Cost-share power line relocations, pest control rebates and an expanded municipal roads program are among the pledges the province has made this week to rural Saskatchewan residents.
Premier Brad Wall on Wednesday announced funds to revive, renew or enhance several rural programs, during a presentation to the Saskatchewan Association of Rural Municipalities in Saskatoon.
The rural programming Wall announced Wednesday includes:
- a rebuild of Crown utility SaskPower’s overhead rural electrical power lines, taking them out of farmers’ fields and moving them into road allowances, with construction expected to start in 2010;
- reinstatement of the Farmyard Line Relocation Program, a cost-sharing deal in which the province will pay 75 per cent of the cost to place overhead lines underground, and the customer will pay the remaining 25 per cent, to a maximum of $2,000;
- extension of the gopher control rebate program in which farmers, ranchers, RMs and First Nations can get back up to 50 per cent of the costs of controlling gophers in 2009, with the province contributing $2.93 million for the rebate as part of a $4 million “comprehensive pest control program;”
- also under the new pest control program, a $60,000 increase in funding to $600,000 for a fieldworker program to support for control of pests and diseases including Dutch elm, hantavirus, perennial weeds, and rats;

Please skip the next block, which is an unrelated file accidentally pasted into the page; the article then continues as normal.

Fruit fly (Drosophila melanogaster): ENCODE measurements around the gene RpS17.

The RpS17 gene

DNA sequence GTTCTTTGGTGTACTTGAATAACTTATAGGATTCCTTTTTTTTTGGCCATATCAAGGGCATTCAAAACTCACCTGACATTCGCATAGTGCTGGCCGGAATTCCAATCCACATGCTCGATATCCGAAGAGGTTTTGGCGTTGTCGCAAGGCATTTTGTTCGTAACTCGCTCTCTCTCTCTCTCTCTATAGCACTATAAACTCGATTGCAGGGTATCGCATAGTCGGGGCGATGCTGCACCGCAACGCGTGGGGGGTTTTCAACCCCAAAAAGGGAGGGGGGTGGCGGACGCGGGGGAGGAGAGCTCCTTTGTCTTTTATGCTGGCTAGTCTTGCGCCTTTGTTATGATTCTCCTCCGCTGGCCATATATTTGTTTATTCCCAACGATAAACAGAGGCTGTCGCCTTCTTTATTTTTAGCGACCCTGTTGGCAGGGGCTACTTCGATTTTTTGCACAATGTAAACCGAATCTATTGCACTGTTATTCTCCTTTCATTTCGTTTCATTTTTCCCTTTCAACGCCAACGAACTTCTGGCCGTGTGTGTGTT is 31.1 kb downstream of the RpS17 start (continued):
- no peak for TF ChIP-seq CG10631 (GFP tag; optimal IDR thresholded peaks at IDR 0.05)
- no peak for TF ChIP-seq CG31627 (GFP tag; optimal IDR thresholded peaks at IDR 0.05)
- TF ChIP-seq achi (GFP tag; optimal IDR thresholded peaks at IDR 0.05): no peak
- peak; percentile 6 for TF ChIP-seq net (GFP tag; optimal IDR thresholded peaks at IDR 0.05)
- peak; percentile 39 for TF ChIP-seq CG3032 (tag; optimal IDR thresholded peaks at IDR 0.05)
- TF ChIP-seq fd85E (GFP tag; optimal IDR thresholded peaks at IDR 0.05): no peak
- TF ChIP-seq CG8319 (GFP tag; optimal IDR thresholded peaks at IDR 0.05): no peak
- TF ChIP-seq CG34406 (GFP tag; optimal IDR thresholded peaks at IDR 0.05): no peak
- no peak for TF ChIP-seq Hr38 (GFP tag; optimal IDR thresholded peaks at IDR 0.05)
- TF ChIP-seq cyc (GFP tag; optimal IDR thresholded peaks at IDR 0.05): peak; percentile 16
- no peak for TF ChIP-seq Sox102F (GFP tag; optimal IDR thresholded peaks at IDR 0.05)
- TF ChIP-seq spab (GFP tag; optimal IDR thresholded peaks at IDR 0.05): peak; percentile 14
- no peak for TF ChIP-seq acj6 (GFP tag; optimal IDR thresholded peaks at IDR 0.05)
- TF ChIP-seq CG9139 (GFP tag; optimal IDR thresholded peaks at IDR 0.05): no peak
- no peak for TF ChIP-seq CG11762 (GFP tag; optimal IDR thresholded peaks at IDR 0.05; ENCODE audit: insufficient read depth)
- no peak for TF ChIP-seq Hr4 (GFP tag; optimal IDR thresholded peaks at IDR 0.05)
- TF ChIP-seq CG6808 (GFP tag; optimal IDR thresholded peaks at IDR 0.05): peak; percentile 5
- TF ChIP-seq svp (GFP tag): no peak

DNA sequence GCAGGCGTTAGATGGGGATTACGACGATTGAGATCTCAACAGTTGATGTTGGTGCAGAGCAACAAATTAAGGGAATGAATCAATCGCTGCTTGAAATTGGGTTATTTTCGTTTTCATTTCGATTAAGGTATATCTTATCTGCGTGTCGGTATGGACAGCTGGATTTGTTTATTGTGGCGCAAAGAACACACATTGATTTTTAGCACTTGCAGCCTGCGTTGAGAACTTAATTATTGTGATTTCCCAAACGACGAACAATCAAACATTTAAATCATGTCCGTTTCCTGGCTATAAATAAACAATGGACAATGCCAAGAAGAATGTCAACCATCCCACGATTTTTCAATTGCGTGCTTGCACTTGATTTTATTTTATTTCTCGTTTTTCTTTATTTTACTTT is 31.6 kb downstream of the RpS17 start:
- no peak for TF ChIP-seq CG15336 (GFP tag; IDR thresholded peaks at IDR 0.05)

- a further $125,000 in funding for products to control black flies, which harm livestock in northern Saskatchewan;
- a $50,000 increase to $350,000 for the provincial livestock predation program in 2009-10, hiring hunters and trappers to control wild boars and coyotes, also now part of the new pest control program; and
- expansion of the province’s Municipal Roads Programs.
Previously, the province said Wednesday, the Municipal Bridges, Heavy Haul, Roads to Resources and Clearing the Path programs shared $20 million in funding, but that will be “significantly enhanced” in the upcoming budget.
In the 2009-10 budget year, the province said, all of those programs will be moved under the administration of the Ministry of Highways and Infrastructure.
Wall’s release said the province “will rely on SARM to make key decisions” on how the municipal roads cash is distributed.
Except for Clearing The Path, the province said, the roads programs until now had been “ad hoc, with overlapping priorities, and region- and industry-specific in nature.”
The new, overarching roads program is expected to focus on
“better alignment of the provincial highway network and municipal road network,” the “efficient movement of goods across the province” and “efficient and seamless transportation connections to enhance the competitiveness of rural industries by providing better access to local, national and international markets.”
Wall, speaking to the RM councilors in Saskatoon, also reiterated a previous pledge to “achieve a fairer balance for education funding and reduce the education portion of the property tax.”